[Mr. John Leggate, Chief Information Officer, British Petroleum Inc.] testified that an informal survey earlier this year found that executives in the telecommunications, energy, chemical, and transportation sectors estimated that about 30 percent of their revenue depends directly on the Internet. He also said that, because of interdependency among various industry sectors, a single attack could reverberate throughout the global economy: “These cascading dependencies all too quickly create ‘domino effects’ that are not obvious to the corporate customer or the policymaker.”

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Bill Wulf: Real threats to national security.

William A. Wulf is President of the National Academy of Engineering. He recently testified at a House hearing on “Sources and Methods of Foreign Nationals Engaged in Economic and Military Espionage,” making the point that espionage is not the major factor affecting national security and that misguided attempts to thwart it can do much more harm than good. His testimony is worth reading in its entirety, but here are some pertinent excerpts:
I am convinced that security – real security – comes from a proper balance of keeping out those that would do us harm and welcoming those that will do us good. Throughout the last century, our great successes in creating both wealth and military ascendancy have been due in large part to the fact that we welcomed the best scientists and engineers from all over the world. No other country did that, and nowhere else has the genius for discovery and innovation flourished in the way it has here. I am deeply concerned that our policy reactions to 9/11 have tipped that balance in a way that is not in the long term interests of the nation’s security...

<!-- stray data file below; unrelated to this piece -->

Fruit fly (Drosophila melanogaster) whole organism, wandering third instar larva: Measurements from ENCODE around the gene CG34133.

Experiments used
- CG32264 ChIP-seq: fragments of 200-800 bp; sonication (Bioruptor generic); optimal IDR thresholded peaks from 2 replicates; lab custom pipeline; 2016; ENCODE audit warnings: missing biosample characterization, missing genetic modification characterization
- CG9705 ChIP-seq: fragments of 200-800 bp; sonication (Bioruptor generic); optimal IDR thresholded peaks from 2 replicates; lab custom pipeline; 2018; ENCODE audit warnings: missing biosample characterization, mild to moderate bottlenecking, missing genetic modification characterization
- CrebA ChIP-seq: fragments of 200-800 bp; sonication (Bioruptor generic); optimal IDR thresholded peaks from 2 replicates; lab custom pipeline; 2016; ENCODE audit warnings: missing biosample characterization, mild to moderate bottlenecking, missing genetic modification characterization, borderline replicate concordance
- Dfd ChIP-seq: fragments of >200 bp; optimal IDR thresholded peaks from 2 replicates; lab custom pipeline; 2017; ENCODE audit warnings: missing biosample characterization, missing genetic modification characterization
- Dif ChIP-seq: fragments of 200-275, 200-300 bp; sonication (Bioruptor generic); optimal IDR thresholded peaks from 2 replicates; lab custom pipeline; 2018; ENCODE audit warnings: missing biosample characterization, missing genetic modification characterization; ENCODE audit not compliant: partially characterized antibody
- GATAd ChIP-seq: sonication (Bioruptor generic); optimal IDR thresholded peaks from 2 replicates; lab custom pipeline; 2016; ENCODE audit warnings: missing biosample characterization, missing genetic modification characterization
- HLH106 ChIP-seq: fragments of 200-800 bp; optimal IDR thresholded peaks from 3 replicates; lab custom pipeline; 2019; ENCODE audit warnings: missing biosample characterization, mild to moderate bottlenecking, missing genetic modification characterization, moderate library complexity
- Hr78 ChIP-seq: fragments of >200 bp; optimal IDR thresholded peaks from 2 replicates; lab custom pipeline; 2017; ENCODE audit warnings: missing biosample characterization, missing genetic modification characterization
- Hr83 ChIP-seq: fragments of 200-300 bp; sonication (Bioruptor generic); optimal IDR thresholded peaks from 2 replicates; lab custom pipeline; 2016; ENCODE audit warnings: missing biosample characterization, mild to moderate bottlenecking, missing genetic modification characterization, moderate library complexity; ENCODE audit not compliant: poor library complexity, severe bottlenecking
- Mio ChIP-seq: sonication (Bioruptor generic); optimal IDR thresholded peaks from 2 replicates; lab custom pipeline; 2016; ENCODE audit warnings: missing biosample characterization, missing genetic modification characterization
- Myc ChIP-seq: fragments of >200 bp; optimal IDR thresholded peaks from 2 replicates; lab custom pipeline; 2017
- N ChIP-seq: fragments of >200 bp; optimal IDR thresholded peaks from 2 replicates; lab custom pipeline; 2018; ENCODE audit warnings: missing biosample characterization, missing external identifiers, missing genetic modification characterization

To be sure, 9/11 and globalization have changed the balance point. There is good reason to fundamentally rethink our policies. However, several recent policy changes, related to visas, treatment of international visitors, deemed exports, and so on, have had a chilling effect. Enrollment of international students in U.S. colleges and universities has declined. Scientists have chosen to hold conferences in other countries. U.S. businesses have had to shift critical meetings to locations outside this country. In the meantime, foreign companies, universities and governments are marketing themselves as friendlier places to do business or get an education. In the race to attract top international talent, we are losing ground...

After WW II, the U.S. forged a mutually reinforcing triad of complementary R&D strengths in industry, academia and government. However, U.S. industrial laboratories have greatly reduced their support for long-term basic research; and many U.S. corporations are shifting research and development to overseas locations—not just because foreign labor is cheaper, as is the common and comfortable myth, but because it is of higher quality! U.S. government laboratories are in various states of disarray, and no longer maintain the stature that they did in 1960’s. Government support for the physical sciences and engineering at universities has declined in real terms, and is suffering further under present budget pressures – clearly, a strong research capability is not a current federal priority. Enrollment in the physical sciences and engineering, as a percentage of undergraduates, is among the lowest in the industrialized world – the U.S. now graduates just 7% of the world’s engineers, for example. Given that our 12th graders score among the lowest in the world in science and mathematics, the ranks of U.S. born scientists and engineers are not likely to expand dramatically anytime soon. Our once strong triad of R&D capabilities is crumbling...

One might ask if these policy changes will improve our security. I would point out that the United States is not the only research-capable country; China and India, for example, have recognized the value of research universities to their economic development and are investing heavily in them. By putting up barriers to the exchange of information about basic research, we wall ourselves off from the results in these countries and slow our own progress. At the same time, the information we are “protecting” is often readily available from other sources...

The 2001 Hart-Rudman Commission, which in February of 2001 predicted a catastrophic terrorist attack on the U.S., and which then proposed the Department of Homeland Security, said: